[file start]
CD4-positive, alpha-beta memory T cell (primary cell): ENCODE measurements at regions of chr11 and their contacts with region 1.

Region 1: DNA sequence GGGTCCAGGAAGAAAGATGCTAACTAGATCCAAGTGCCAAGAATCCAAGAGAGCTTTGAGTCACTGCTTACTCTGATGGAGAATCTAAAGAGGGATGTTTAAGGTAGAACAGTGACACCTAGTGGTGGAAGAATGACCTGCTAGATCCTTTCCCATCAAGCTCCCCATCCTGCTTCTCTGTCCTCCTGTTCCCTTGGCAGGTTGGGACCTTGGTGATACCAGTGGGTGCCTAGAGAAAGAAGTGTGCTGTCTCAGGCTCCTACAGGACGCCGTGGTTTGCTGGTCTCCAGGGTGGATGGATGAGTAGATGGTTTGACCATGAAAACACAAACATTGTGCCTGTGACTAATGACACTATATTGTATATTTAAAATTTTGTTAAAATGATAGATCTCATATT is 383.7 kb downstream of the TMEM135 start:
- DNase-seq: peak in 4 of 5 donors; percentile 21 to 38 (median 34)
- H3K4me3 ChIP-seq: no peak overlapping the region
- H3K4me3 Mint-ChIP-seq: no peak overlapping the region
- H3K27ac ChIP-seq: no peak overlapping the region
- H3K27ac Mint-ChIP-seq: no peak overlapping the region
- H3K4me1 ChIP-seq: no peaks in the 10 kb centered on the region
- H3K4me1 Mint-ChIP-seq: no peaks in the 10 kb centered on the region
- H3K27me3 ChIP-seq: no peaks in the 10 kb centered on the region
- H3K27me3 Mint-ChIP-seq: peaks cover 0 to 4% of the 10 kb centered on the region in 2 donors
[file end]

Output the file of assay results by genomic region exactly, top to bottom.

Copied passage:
CD4-positive, alpha-beta memory T cell (primary cell): ENCODE measurements at regions of chr11 and their contacts with region 1.

Region 1: DNA sequence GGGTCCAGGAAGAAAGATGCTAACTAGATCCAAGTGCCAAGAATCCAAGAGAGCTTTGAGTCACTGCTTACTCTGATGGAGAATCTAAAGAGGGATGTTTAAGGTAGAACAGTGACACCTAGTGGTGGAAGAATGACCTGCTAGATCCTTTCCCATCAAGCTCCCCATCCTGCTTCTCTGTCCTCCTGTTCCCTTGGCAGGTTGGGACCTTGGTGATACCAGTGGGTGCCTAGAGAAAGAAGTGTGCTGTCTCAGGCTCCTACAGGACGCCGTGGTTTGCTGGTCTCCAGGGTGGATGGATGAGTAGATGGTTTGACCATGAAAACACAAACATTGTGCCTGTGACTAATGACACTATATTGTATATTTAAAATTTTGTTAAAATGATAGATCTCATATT is 383.7 kb downstream of the TMEM135 start:
- DNase-seq: peak in 4 of 5 donors; percentile 21 to 38 (median 34)
- H3K4me3 ChIP-seq: no peak overlapping the region
- H3K4me3 Mint-ChIP-seq: no peak overlapping the region
- H3K27ac ChIP-seq: no peak overlapping the region
- H3K27ac Mint-ChIP-seq: no peak overlapping the region
- H3K4me1 ChIP-seq: no peaks in the 10 kb centered on the region
- H3K4me1 Mint-ChIP-seq: no peaks in the 10 kb centered on the region
- H3K27me3 ChIP-seq: no peaks in the 10 kb centered on the region
- H3K27me3 Mint-ChIP-seq: peaks cover 0 to 4% of the 10 kb centered on the region in 2 donors